Leaders have developed a culture of high relational trust. There is a positive and inclusive approach to promoting the school’s bicultural dimension with parents, whānau and staff. Leaders focus on building teacher capability in response to achievement information about students whose learning needs acceleration. Well-developed expectations in core curriculum areas are used by middle leaders to promote consistency of teacher practice, and focus on accelerating achievement for at-risk learners. Leaders have established effective education networks, particularly within the CoL which is supporting equity and excellence for all students.

The board actively represents the school community. They have established a clear strategic direction that aligns with parent, whānau and community aspirations. There are positive working relationships between the board and leaders. Trustees scrutinise achievement information they receive to inform resourcing decisions. They are supportive of all initiatives to accelerate progress for students, including those whose learning is at risk.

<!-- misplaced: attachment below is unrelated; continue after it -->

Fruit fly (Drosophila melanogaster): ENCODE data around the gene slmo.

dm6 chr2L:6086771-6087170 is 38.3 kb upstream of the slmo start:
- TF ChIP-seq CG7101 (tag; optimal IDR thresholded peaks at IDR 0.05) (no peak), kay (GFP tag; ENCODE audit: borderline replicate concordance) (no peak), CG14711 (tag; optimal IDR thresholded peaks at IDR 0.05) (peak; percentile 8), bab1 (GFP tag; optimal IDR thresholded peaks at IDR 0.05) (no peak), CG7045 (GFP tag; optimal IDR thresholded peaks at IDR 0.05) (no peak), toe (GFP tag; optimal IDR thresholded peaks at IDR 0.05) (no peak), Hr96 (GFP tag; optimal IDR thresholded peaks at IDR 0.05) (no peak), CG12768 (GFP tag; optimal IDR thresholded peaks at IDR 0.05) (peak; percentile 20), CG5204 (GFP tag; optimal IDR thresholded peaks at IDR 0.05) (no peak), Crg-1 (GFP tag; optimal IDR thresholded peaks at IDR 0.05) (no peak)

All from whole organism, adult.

Teachers provide productive learning environments to raise student achievement. They make use of a range of effective assessment tools to identify, track and monitor individual student’s learning needs, and in particular for at-risk learners. Teachers use a range of well-proven and innovative strategies to respond to these needs. There is a focus on behaviours and dispositions for learning, development of oral language and authentic contexts for learning. Teachers have a targeted approach to supporting improved outcomes for students.

Students learn in caring and inclusive learning environments. They benefit from warm and respectful relationships with their teachers. Students are encouraged to work cooperatively with their peers in ability and social groupings. There are many opportunities for students to be extended across curriculum areas, including sports, leadership and performing arts.